Ignorance IS Bliss: Anxiety Linked to Higher IQs

By R. Siva Kumar - 19 Apr '15 19:34PM

Is a worry wart smart?

It does seem so, according to slate.com. Recently, psychologist Alexander Penney with a team of colleagues studied over 100 students at Lakehead University in Ontario, Canada, and asked them about their levels of worry. Finding that students who showed more worry and admitted statements such as: "I am always worrying about something" were higher scorers on verbal intelligence tests.

"It is possible that more verbally intelligent individuals are able to consider past and future events in greater detail, leading to more intense rumination and worry," said the researchers.

"Individuals with higher non-verbal intelligence may be stronger at processing the non-verbal signals from individuals they interact with in the moment, leading to a decreased need to re-process past social encounters," according to dailymail.

In another 2012 experiment by psychologists Tsachi Ein-Dor and Orgad Tal, from the Interdisciplinary Center Herzliya in Israel, about 80 students were subjected to stress.

The students were told to assess artwork presented by a software program. In the process, some participants "accidentally" activated an aggressive computer virus. Next, they had to get technical support immediately.

But meanwhile, the students were faced with more challenges. One student asked them to conduct a survey, while another student dropped some papers on their feet. However, the participants with higher scores had to focus on the original computer virus glitch. "We found that anxious individuals were less willing to be delayed on their way to deliver a warning message," Ein-Dor and Tal said in the study.

Hence, Ein-Dor and Tal showed that those who worried could smell a rat faster than the others. From the two researchers' perspective, it is clear that if you habitually fret, you can immediately sense a solution.

Psychiatrist Jeremy Coplan from SUNY Downstate Medical Center in New York said that people who suffered from generalized anxiety disorder had a higher IQ than others with milder symptoms.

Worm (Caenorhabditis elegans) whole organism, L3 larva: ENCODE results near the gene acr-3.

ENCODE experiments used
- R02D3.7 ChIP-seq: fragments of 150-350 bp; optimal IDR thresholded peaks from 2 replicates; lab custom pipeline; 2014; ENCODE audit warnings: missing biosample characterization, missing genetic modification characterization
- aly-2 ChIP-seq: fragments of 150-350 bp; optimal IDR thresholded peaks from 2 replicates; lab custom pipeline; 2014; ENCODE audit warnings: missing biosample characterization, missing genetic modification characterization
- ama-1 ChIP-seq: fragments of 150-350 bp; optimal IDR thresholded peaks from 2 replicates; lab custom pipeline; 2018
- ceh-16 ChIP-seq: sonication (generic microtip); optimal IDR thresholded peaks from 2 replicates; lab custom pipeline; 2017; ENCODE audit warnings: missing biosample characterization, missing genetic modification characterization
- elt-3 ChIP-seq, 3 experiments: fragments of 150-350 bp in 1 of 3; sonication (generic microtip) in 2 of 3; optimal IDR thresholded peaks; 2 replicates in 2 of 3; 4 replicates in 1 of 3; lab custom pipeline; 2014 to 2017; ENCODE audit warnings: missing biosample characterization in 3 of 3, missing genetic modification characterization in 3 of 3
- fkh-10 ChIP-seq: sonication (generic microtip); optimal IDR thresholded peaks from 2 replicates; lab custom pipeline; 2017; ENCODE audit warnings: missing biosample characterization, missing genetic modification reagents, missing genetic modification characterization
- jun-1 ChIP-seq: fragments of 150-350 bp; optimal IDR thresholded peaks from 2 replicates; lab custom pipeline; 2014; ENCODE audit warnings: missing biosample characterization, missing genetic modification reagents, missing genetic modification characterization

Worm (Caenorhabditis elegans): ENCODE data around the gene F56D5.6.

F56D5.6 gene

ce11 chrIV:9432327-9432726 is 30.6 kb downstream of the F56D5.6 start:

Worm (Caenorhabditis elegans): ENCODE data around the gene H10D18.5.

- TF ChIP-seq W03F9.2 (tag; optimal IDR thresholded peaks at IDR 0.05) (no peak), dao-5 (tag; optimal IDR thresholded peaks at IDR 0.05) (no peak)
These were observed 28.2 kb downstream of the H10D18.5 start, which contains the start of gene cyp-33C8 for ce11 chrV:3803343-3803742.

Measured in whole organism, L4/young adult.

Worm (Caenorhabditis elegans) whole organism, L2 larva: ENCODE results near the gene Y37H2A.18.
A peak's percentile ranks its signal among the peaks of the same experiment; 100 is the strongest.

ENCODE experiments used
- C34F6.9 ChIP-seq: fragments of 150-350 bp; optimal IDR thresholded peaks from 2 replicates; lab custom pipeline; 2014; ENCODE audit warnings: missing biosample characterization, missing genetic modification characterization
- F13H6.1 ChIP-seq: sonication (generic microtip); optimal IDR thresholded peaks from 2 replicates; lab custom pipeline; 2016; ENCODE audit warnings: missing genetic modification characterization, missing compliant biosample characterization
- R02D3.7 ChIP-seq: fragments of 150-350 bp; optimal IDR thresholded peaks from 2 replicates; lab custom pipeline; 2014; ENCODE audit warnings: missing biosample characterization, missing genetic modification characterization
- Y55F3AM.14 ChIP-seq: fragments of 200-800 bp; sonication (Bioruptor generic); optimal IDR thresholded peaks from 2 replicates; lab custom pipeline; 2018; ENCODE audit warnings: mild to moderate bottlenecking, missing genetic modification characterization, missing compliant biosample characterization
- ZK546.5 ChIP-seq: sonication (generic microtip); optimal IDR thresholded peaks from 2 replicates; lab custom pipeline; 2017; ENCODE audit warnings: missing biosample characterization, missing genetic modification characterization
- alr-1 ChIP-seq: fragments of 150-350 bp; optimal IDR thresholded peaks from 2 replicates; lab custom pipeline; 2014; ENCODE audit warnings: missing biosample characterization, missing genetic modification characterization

The idea that worriers might look at multiple perspectives of a situation, looking at the past, future and the present, can lead them to worry about many intense situations.

Hence, it is thought that children who may become worriers might be attentive or diligent in school, hence worrying might be a form of vigilance.

Moreover, if imaginative agitation is based on a realistic view of future events, according to Los Angeles-based therapist Allen Wagner, there may be safety solutions.

However, contradictory studies show the opposite. In Coplan's study showing higher IQ in people with more severe symptoms of generalized anxiety disorder, for instance, higher IQ is linked with lower worry in the control group.

According to Robert Epstein, a psychologist at the American Institute for Behavioral Research and Technology, the smarter you are, the more chilled you are. "There are exceptions, obviously, but the basic finding is sound. One explanation for the negative correlation is pretty straightforward: When people are anxious, they don't think very clearly," Epstein said.

Still, most scientists believe that worrying leads to intelligence. Many brilliant thinkers suffered from anxiety, including Charles Darwin, after all.

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